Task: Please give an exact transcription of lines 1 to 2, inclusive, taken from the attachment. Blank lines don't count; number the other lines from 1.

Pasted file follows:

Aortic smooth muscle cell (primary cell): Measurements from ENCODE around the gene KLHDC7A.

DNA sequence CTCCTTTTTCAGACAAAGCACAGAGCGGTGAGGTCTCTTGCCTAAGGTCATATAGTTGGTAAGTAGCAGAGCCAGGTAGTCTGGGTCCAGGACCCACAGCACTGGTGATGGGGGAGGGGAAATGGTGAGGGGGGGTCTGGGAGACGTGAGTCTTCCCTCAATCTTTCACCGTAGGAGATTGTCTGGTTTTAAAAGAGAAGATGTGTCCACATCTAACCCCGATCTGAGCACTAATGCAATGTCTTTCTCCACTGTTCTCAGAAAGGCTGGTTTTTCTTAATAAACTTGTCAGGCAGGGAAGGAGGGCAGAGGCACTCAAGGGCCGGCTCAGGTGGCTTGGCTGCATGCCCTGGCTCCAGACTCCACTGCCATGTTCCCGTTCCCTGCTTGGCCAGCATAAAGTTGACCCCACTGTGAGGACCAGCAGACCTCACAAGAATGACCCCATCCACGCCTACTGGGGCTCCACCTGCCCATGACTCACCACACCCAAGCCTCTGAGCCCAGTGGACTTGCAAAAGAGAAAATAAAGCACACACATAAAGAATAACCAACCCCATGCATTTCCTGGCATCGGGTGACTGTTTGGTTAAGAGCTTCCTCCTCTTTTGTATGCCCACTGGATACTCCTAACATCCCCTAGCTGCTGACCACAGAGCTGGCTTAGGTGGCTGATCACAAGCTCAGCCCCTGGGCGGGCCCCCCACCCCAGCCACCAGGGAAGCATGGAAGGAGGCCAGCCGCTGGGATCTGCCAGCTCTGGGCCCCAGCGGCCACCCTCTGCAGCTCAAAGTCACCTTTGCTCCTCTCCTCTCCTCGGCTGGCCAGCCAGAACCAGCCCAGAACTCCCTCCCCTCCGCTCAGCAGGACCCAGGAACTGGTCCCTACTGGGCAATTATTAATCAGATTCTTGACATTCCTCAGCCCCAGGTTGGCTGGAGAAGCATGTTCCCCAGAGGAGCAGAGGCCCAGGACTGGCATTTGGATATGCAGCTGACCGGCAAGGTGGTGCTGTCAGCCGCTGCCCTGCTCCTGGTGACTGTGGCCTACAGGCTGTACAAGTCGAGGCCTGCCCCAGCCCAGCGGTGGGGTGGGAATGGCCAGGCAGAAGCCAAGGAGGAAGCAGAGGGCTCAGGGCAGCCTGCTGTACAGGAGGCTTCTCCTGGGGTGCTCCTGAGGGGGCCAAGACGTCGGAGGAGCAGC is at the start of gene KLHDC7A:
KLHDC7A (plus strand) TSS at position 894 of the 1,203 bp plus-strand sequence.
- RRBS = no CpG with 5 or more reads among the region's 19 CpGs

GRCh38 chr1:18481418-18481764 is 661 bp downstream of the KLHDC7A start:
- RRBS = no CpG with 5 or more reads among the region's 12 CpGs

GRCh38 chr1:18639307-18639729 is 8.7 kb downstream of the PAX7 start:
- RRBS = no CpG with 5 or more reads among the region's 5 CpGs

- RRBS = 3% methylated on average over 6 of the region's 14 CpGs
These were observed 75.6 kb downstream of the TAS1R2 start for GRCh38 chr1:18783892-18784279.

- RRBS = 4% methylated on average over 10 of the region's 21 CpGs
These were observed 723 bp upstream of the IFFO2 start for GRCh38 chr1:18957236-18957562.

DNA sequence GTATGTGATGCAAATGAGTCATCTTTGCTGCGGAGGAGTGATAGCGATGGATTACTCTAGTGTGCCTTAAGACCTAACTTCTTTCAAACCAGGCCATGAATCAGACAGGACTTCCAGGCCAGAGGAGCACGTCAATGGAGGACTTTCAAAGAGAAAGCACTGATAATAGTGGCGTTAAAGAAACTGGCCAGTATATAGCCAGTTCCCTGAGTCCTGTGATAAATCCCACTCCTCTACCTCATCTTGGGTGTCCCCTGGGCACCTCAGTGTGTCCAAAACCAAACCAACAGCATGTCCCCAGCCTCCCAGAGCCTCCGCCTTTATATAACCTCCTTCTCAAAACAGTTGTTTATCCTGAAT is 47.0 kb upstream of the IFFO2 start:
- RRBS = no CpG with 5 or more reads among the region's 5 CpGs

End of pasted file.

Aortic smooth muscle cell (primary cell): Measurements from ENCODE around the gene KLHDC7A.

DNA sequence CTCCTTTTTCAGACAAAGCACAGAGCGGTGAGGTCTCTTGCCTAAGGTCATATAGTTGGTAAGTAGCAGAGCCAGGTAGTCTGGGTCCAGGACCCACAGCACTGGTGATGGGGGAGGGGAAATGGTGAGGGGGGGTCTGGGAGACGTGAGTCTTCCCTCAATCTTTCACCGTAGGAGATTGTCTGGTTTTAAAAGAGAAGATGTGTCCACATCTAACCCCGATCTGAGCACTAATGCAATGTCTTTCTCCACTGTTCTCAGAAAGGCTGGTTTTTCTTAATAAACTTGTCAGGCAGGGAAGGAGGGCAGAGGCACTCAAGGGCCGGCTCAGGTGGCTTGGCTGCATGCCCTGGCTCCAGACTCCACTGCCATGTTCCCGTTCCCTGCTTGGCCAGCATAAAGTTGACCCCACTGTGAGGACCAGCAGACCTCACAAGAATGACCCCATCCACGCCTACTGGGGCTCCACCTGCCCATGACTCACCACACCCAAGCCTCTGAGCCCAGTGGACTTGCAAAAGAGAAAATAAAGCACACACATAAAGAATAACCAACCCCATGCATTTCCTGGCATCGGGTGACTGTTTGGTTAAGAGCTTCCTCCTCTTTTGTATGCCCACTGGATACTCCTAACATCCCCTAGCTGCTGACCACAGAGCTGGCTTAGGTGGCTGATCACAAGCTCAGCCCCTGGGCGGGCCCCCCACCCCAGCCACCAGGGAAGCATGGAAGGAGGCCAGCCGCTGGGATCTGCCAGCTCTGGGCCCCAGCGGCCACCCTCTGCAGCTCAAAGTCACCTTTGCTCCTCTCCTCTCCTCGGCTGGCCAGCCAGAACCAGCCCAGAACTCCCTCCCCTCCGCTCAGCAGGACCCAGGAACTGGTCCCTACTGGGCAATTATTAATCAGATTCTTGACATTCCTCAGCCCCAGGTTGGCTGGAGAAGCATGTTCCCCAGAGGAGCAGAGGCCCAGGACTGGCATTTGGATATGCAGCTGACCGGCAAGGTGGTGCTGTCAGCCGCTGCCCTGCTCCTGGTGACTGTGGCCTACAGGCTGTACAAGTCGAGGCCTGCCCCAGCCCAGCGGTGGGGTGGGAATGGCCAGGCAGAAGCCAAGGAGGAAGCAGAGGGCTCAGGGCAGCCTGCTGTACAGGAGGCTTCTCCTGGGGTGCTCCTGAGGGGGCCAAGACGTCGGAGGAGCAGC is at the start of gene KLHDC7A: